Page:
Macbeth

Mon 13th – Mon 20th February 2012

reviews

Rebecca Loxton

at 00:24 on 14th Feb 2012

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The newly-created Mansfield Drama Society (only in its second term of existence) has produced a very slick version of Shakespeare’s 'Macbeth.'

The cast led the handful of audience members (presumably limited due to restrictions on space) through the college as the audience quite literally follows the action of the play.

The performance begins to the sound of bagpipes ringing out in the college’s central quad, as audience members are led from the Lodge to assemble in a semi-circle on the expanse of grass encircled by the glorious backdrop of Mansfield College; its stained glass chapel windows are visible in the background, while light from rooms in the colleges throws a glow on the three witches at the point of focus in the semi-circle and adds to the eerie light of torches held by cast members. Dressed in hooded black cloaks, the actors weave their way in and out of the audience as they deliver the Bard’s dialogue. The opening is incredibly atmospheric, and promises an exciting, fresh version of the Scottish play.

Macbeth’s hallucinatory vision of Banquo’s ghost is played out in the college’s Hall, its medieval stone windows and candle-lit dining-room framing the action and serving to amplify the play’s dramatic effect. Audience members are also installed on a couple of occasions in the college’s Middle Common Room, which, lit by tea-lights, provides the stage for Macbeth’s soliloquy as he perceives the danger before him. The audience observes Lady Macbeth’s breakdown in the chilly corridors, as she kneels on the stone floor dressed in white nightgown, desperately scrubbing her hands clean. The frequent changing of scene adds an original dimension to the script.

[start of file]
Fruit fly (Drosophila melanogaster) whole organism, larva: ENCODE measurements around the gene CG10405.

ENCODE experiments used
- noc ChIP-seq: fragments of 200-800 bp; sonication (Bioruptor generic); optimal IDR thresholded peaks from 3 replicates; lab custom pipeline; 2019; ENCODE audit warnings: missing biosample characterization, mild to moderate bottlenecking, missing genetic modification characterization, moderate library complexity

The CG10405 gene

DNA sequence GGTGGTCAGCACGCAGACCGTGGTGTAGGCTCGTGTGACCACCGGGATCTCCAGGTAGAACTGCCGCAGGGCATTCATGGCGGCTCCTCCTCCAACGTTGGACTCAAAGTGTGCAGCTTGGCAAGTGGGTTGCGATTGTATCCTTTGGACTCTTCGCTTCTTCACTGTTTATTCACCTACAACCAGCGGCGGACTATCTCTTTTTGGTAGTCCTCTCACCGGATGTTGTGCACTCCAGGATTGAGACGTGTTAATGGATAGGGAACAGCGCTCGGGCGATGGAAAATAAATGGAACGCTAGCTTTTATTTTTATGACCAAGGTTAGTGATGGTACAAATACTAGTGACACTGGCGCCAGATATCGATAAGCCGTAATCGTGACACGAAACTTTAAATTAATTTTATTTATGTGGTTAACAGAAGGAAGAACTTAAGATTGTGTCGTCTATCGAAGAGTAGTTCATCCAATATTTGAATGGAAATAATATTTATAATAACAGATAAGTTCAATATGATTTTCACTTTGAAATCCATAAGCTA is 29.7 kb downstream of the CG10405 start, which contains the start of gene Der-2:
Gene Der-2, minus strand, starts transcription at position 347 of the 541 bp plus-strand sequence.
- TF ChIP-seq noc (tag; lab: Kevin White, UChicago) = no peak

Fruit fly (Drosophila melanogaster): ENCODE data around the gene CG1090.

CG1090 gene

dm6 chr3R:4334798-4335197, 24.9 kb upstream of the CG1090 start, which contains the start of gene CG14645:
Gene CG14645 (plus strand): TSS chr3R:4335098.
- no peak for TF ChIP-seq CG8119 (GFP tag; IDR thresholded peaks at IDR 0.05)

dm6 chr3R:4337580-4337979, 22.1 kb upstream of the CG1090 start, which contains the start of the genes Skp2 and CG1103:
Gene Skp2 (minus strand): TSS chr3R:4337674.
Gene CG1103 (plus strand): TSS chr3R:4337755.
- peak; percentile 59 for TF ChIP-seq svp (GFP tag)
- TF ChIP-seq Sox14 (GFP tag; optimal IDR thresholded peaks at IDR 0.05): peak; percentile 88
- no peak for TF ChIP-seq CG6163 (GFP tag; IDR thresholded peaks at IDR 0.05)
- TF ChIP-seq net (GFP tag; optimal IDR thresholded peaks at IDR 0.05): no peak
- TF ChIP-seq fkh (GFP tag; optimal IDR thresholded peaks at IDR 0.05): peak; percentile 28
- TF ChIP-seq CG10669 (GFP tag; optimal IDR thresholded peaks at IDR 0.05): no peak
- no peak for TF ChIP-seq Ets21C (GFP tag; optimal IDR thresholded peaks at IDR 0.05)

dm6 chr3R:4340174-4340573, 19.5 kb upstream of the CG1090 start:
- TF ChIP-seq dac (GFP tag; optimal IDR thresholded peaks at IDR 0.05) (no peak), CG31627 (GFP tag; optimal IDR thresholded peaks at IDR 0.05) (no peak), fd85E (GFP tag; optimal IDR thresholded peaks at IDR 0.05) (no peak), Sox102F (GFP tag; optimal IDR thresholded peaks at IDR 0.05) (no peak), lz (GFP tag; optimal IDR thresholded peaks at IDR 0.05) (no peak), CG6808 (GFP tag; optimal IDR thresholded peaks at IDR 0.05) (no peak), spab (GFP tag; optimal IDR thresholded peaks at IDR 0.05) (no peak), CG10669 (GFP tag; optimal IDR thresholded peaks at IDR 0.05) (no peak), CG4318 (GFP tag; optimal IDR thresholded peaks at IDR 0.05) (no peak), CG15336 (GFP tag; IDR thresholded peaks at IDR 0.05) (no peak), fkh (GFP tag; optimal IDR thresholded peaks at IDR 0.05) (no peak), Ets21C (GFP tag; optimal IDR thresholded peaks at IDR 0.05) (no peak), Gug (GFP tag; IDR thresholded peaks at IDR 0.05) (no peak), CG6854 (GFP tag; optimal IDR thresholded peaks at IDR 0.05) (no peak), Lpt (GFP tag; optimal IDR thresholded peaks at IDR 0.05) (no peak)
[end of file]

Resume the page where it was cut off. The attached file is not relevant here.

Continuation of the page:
Macbeth, and many of the other cast members, are played by female actresses but this does not detract from the credulity of their performances. Bethany White gives a particularly accomplished performance as Macbeth. Nor do a couple of instances of stumbling over lines make this play any less worthy of acclaim.

Towards the end of the play, in an ingenious design quirk the audience members are all presented with a small branch to represent the wood in which the final battle will take place. The audience is then led from college to chapel to observe the final scene of this talented production, again accompanied by the music of the bagpipes.